Green Thumb, Rich Harvest: Exploring Bioactive Compounds in Horticulture

T. Senthilkumar

Department of Nematology, Krishi Vigyan Kendra, Pudukkottai, Tamil Nadu -622303, India.

S. Jaya Prabhavathi

Department of Agricultural Entomology, Regional Research Station, Vridhachalam, Cuddalore District, Tamil Nadu, India.

G. Gomadhi

Department of Soil Science and Agricultural Chemistry, Krishi Vigyan Kendra, Tindivanam, Villupuram district, Tamil Nadu, Pin Code: 604 102, India.

A. Krishnaveni

Department of Environmental Sciences, Agricultural College and Research Institute, Vazhavachanur, Thiruvannamalai District, Tamil Nadu, India.

A. Punitha

Department of Horticulture, Rice Research Station, Tirur, Tamil Nadu, India.

S.Anandha Krishnaveni

Department of Agronomy, ADAC and RI, Trichy, Tamil Nadu, India.

D. Vidhya

Department of Fruit Science, Horticultural College and Research Institute, TNAU, Coimbatore -3, India.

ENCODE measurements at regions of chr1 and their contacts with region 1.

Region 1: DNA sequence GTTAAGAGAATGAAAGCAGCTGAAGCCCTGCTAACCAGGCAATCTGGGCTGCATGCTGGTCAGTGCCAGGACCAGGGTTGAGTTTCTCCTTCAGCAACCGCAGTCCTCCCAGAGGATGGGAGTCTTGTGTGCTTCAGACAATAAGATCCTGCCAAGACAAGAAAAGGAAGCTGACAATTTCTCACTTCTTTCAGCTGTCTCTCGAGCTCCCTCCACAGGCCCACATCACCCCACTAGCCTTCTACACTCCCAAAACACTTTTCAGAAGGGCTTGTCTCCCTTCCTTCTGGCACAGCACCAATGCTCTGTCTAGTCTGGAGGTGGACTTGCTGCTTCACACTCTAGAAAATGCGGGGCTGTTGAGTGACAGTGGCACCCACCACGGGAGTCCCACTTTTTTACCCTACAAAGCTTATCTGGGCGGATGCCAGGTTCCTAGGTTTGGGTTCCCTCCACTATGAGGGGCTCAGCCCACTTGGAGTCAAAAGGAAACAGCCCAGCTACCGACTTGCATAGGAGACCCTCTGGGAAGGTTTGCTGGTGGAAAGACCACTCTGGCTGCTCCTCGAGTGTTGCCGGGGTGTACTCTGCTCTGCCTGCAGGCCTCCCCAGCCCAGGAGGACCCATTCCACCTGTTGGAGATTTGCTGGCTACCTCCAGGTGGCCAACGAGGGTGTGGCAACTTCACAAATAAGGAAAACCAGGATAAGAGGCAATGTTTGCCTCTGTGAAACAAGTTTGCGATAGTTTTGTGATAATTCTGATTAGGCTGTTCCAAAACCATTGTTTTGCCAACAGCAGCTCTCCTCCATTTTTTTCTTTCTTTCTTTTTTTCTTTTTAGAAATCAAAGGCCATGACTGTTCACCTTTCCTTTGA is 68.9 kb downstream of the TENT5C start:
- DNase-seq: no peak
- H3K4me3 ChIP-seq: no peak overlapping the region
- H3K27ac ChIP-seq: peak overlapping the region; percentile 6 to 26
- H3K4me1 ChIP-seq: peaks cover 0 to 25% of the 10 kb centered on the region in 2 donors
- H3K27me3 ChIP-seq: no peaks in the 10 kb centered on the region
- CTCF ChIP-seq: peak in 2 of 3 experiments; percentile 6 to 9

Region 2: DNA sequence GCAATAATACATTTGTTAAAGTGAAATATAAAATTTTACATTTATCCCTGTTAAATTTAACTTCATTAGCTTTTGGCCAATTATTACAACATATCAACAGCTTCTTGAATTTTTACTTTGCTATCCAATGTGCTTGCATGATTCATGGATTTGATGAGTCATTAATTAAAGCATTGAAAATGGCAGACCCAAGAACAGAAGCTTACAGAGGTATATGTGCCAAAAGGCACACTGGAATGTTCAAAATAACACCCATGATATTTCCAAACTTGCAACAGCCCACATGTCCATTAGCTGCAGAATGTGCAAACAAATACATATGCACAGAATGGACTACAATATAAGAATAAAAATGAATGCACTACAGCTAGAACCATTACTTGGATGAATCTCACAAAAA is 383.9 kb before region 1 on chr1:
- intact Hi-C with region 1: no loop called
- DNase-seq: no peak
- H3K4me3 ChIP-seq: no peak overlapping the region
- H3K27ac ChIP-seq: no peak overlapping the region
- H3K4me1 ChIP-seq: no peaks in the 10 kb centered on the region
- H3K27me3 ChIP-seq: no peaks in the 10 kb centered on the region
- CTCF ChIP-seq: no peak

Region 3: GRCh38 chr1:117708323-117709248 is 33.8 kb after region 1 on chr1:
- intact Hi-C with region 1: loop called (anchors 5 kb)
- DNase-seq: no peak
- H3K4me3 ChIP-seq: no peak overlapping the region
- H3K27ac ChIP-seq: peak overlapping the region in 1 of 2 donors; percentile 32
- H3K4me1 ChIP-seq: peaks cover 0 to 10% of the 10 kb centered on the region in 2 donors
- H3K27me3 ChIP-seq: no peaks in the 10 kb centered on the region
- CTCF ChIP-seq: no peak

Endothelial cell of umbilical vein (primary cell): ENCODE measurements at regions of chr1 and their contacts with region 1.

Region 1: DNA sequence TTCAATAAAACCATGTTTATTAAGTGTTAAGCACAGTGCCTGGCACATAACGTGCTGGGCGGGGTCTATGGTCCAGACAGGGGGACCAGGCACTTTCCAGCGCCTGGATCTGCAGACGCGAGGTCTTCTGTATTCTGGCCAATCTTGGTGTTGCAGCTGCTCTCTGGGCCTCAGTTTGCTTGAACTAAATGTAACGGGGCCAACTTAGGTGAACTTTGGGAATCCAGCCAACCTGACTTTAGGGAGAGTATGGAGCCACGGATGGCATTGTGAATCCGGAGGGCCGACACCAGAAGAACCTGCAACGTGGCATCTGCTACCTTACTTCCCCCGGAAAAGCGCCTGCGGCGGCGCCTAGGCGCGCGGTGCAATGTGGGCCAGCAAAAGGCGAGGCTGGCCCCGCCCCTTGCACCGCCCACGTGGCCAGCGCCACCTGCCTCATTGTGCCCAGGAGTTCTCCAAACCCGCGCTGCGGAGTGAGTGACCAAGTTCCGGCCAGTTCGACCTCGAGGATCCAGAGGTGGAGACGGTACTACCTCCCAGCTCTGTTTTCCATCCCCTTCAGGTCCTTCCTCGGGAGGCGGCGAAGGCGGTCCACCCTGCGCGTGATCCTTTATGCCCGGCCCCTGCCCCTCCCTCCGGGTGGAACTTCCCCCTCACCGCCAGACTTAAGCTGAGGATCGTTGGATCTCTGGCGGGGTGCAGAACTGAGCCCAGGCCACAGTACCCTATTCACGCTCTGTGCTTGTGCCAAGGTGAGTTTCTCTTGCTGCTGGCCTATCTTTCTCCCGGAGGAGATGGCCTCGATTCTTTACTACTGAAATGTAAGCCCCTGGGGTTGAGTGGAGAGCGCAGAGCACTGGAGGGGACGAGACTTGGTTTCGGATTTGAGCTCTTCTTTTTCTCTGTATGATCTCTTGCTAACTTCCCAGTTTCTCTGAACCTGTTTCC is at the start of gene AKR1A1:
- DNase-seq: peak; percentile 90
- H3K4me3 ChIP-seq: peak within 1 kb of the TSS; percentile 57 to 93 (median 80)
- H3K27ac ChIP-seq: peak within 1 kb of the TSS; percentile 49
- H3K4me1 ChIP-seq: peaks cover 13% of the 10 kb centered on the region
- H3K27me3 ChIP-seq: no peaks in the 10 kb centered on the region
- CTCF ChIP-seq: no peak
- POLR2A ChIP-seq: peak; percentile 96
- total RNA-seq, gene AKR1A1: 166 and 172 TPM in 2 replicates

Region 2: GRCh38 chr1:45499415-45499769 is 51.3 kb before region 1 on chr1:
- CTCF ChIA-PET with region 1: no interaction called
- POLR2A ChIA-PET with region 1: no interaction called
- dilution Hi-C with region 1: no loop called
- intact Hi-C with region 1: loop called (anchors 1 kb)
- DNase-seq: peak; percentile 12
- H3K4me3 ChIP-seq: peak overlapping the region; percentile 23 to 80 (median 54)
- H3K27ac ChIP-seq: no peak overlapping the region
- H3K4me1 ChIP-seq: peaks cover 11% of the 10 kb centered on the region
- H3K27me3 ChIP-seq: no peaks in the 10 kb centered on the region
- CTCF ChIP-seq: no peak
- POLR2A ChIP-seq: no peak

G. Malathi *

Department of Horticulture, Krishi Vigyan Kendra, Tamil Nadu Agricultural University, Sandhiyur, Salem, Tamil Nadu, Pin – 636, India.

*Author to whom correspondence should be addressed.


Abstract

Horticulture, beyond its aesthetic allure, unveils a world rich in bioactive compounds with profound implications for human health and environmental sustainability. This abstract explores the diverse array of bioactive compounds found in horticultural crops and their potential benefits. Phytochemicals, such as phenolics, flavonoids, alkaloids, and terpenoids, are key players, contributing to plant defense mechanisms and human health. Polyphenols, including flavonoids, exhibit antioxidant properties, reducing the risk of chronic diseases. Glucosinolates in cruciferous vegetables showcase anticancer potential, while essential oils in aromatic herbs offer antimicrobial benefits. Importantly, the cultivation and consumption of bioactiverich horticultural crops promote sustainable agriculture by reducing chemical inputs and enhancing biodiversity. By harnessing the therapeutic potential of nature's pharmacy, horticulture emerges as a pivotal force in fostering human wellbeing and environmental resilience.

Keywords: Plant extracts, conventional and green extraction, bioactive compounds, antioxidant effect


How to Cite

Senthilkumar , T., Prabhavathi , S. J., Gomadhi , G., Krishnaveni , A., Punitha , A., Krishnaveni, S., Vidhya , D., & Malathi , G. (2024). Green Thumb, Rich Harvest: Exploring Bioactive Compounds in Horticulture. Archives of Current Research International, 24(5), 241–250. https://doi.org/10.9734/acri/2024/v24i5698

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